Bike-mounted Air device monitors air quality along cyclists' routes
Because many cyclists ride all over town, they encounter a wide range of air quality – more so than could be monitored by stationary sensors. The handlebar-mounted Air was designed with that in mind, as it measures the air quality while its user pedals.
Back in 2015, Dutch tech company SODAQ built the first Air prototype. Two years later it was used in the Snuffelfiets (Sniffer Bike) project, run by the Province of Utrecht, data specialist Civity, and the Dutch National Institute for Public Health and Environment.
Although only 10 cyclists were initially equipped with the devices, that number was expanded to 500 in 2019. Since then, the technology has entered use in Norway, Sweden, Italy and France. Now, SODAQ hopes to extend it to a global market, with a new-and-improved version of the Air.
The latest model is smaller, "smarter" and easier to mount/dismount than the original, utilizing onboard sensors to measure the concentration of fine particulate matter, air temperature and humidity once every 10 seconds. That data is transmitted to an online global air quality map once an hour, via LTE-M and NarrowBand IoT (Internet-of-Things) networks. People can then access that map to check the air quality locally, along their bike route, or throughout the world.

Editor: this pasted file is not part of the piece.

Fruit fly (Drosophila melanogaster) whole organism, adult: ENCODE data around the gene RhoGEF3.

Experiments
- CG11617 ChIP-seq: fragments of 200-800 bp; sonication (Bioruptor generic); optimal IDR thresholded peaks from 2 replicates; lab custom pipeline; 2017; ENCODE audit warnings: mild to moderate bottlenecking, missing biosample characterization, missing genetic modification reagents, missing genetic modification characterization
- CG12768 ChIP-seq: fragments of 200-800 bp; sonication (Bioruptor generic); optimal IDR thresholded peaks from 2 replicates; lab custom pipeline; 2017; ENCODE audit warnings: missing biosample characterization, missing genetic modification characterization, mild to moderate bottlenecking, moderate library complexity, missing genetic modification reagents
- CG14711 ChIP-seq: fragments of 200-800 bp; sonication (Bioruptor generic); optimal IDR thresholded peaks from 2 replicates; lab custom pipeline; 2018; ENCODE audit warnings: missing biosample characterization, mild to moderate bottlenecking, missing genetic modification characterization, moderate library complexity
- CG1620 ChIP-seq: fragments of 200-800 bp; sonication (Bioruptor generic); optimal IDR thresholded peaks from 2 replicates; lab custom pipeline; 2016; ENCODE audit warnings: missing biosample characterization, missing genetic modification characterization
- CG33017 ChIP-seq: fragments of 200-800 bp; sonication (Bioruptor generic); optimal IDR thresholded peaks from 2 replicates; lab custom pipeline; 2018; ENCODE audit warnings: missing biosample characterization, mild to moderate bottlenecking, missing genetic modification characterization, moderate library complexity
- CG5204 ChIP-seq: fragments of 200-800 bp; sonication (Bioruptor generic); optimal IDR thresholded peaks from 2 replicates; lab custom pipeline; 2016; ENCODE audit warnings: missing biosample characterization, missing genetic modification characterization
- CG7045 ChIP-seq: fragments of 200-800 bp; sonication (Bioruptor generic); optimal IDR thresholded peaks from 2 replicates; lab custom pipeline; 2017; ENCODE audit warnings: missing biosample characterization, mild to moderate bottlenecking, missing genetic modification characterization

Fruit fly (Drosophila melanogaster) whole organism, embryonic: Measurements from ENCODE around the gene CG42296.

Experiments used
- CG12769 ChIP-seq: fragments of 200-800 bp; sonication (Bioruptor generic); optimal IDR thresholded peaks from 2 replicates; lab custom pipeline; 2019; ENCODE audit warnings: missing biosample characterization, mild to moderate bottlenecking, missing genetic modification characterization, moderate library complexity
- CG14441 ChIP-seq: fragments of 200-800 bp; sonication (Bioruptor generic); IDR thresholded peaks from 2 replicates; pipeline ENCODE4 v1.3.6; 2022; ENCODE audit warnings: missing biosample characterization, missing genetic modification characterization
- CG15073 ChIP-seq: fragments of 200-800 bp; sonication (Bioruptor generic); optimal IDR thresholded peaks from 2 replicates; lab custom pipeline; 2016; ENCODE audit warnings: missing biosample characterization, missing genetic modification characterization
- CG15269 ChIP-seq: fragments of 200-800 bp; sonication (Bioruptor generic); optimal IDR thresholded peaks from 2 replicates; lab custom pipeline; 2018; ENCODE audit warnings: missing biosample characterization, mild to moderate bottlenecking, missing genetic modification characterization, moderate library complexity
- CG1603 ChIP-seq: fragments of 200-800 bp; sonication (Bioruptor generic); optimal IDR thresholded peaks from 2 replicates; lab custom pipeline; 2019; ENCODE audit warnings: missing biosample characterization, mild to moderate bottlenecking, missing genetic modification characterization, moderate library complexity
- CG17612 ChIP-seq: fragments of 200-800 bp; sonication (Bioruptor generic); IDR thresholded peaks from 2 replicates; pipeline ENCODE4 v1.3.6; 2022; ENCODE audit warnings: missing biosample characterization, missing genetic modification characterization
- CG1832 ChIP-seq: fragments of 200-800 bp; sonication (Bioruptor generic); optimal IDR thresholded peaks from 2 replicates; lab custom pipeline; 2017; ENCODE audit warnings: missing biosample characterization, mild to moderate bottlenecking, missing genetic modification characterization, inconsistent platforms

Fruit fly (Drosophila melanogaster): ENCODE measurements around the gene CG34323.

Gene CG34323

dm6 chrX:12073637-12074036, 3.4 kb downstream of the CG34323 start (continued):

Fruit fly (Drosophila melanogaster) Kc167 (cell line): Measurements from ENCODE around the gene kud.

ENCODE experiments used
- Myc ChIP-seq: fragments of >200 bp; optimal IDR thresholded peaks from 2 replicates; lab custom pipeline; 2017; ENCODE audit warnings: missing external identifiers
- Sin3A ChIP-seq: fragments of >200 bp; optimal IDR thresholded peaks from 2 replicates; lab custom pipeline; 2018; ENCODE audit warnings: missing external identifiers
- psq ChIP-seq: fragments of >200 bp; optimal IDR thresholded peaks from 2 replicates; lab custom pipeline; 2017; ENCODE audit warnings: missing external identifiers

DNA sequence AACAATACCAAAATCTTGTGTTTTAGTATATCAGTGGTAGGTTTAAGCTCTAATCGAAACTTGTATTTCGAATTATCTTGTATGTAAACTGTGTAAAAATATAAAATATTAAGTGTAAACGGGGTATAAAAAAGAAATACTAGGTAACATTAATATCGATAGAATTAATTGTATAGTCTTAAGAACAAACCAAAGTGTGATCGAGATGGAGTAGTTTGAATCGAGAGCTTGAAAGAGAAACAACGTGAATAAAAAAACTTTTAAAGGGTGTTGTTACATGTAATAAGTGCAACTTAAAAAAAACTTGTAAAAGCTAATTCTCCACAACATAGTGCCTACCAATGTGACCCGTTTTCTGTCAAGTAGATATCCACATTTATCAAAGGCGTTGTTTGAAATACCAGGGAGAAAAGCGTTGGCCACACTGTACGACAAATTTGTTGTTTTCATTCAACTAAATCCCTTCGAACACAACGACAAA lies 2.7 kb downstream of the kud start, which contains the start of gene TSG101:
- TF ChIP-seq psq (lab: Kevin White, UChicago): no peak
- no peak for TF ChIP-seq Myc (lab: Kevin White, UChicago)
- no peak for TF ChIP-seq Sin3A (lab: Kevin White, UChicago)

Users can also set the Air to work as stationary sensor at their home or workplace, when their bike isn't in motion. However it's being used, it will alert its user to changes in local air quality via an LED that changes colors accordingly. Power is not provided by a battery, but instead by a supercapacitor.
The new global version of the Air will be the subject of a Kickstarter campaign, set to begin on Nov. 16th. There's currently no word on pricing, or on whether or not there will be a data fee. Potential backers can check the company website for updates.